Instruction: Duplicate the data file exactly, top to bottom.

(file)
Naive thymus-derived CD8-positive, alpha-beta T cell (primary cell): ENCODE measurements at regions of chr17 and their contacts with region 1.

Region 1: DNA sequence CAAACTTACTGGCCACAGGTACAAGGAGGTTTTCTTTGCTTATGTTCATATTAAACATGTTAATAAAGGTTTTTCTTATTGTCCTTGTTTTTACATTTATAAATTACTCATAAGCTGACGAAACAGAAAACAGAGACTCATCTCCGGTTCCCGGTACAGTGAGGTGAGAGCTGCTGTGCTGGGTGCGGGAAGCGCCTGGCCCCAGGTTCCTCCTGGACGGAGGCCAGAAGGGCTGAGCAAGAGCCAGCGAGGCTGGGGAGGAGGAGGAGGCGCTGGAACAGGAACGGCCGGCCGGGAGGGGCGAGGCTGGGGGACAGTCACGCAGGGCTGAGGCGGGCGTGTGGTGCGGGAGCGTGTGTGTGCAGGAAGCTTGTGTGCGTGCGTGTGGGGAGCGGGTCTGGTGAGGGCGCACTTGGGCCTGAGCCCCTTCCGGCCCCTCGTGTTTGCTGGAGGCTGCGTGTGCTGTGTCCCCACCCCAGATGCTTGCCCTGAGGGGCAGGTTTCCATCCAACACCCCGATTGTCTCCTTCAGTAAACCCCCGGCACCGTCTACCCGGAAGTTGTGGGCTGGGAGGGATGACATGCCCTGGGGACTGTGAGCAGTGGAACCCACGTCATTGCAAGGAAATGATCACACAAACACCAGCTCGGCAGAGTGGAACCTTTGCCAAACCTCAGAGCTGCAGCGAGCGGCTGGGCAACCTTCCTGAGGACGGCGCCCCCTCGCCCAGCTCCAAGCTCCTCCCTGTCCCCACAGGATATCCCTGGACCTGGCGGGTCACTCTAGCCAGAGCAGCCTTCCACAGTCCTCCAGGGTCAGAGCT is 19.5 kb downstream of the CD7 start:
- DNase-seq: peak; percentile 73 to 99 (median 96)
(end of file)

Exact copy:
Naive thymus-derived CD8-positive, alpha-beta T cell (primary cell): ENCODE measurements at regions of chr17 and their contacts with region 1.

Region 1: DNA sequence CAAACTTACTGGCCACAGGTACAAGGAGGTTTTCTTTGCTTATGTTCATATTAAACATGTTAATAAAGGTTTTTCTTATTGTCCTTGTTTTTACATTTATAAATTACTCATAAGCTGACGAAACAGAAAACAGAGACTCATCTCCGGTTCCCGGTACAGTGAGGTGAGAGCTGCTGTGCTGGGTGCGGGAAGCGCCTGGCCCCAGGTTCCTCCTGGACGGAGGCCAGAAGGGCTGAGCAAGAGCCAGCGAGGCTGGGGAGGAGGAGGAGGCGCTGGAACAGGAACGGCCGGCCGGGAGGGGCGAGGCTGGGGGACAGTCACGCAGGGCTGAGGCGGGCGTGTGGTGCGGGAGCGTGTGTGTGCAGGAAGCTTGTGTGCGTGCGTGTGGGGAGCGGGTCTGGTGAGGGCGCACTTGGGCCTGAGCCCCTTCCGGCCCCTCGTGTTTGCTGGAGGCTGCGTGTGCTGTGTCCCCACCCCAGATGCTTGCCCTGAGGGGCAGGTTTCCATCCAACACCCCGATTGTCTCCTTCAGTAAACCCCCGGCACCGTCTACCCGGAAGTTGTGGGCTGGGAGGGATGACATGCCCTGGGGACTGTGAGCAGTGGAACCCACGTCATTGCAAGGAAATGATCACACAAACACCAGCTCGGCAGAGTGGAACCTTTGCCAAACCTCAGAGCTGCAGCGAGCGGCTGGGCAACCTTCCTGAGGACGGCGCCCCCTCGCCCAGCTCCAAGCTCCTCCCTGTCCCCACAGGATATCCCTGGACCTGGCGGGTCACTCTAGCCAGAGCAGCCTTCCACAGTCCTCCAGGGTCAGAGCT is 19.5 kb downstream of the CD7 start:
- DNase-seq: peak; percentile 73 to 99 (median 96)